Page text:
It is an unfortunate fact of life that riding a motorcycle is not as safe as driving a car. In 2013, while motorcycle accidents accounted for only 4% of the people hurt on the roads of America, they accounted for 14% of traffic fatalities.
Thankfully, just like it is helping improve the safety of cars on the road, technology is also protecting motorcyclists as well. As these developments continue, riding a motorbike should get safer and safer as we move into the future.
The motorcycle helmets of tomorrow will be drastically different than the helmets of yesterday. Already, the top-of-the-line motorcycle helmets are being equipped with Bluetooth technologies and augmented reality graphics that allow riders to project GPS information onto the insides of their visors, reducing the need for taking your eyes off the road to make sure you are going the right way.
They might not seem like the most likely place for important technological innovations, but motorcyclists in New Hampshire and elsewhere are fully aware of the problem: headlights that shine straight ahead become increasingly useless as you make a sharp turn.
Adaptive motorcycle headlights, however, turn with the bike. Using sensors onboard the motorcycle to determine how far the bike is leaning to the side, adaptive headlights know how sharp the turn is and adjust their beam corresponding to the angle, illuminating what is coming up as the bike makes the turn.
Electronic Throttle Control
On older motorcycles, when the driver turned the throttle, it would pull a cable that added or decreased the flow of gasoline into the engine. The mechanism was simple, but prone to unforced driving errors if the rider twitched, reacted to a sudden danger, or even got stung by a bee.
Newer motorbikes read throttle turns with a computer, which then compares the turn to the current gear and speed of the bike. If the throttle turn would take the bike out of control, the computer reduces it to a more manageable adjustment.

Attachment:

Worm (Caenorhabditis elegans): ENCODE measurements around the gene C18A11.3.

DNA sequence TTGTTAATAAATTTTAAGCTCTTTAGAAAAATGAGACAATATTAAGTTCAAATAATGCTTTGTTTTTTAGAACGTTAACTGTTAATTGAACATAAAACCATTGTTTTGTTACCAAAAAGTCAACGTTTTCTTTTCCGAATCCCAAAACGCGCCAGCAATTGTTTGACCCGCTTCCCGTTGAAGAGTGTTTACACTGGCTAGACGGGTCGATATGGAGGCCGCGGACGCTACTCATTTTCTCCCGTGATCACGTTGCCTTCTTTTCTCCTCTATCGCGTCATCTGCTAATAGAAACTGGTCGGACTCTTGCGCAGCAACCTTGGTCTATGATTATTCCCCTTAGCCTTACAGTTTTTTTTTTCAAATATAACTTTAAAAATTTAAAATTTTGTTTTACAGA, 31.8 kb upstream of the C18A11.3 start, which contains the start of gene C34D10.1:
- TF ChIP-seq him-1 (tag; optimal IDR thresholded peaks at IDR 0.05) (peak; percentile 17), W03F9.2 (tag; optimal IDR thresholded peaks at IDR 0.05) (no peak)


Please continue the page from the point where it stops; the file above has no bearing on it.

Because motorcycle accidents are often far worse than car accidents, the startup Autotalks has focused its energy on making sure motorcycles and cars stay out of each other’s way. To do this, the company has been paving the way in vehicle-to-vehicle communication technology, which lets motorcycles exchange information—like speed, location, and direction—with other cars in the immediate vicinity. When there is a hazard like a suddenly braking car, the system alerts the motorcycle driver and gives them more time to adjust their bearing than their senses could ever hope for.
Unfortunately, this vehicle-to-vehicle technology is still years from being widespread, for a simple reason: all vehicles on the road need to be equipped with a sensor for them to effective.
Motorcycle Accident Attorneys in New Hampshire
The NH Motorcycle Injury lawyers at the Manchester law office of Tenn And Tenn, P.A. represent victims of motorcycle accidents and help them obtain the compensation they need and deserve. Contact us online or call our lawyers at (888) 511-1010 today.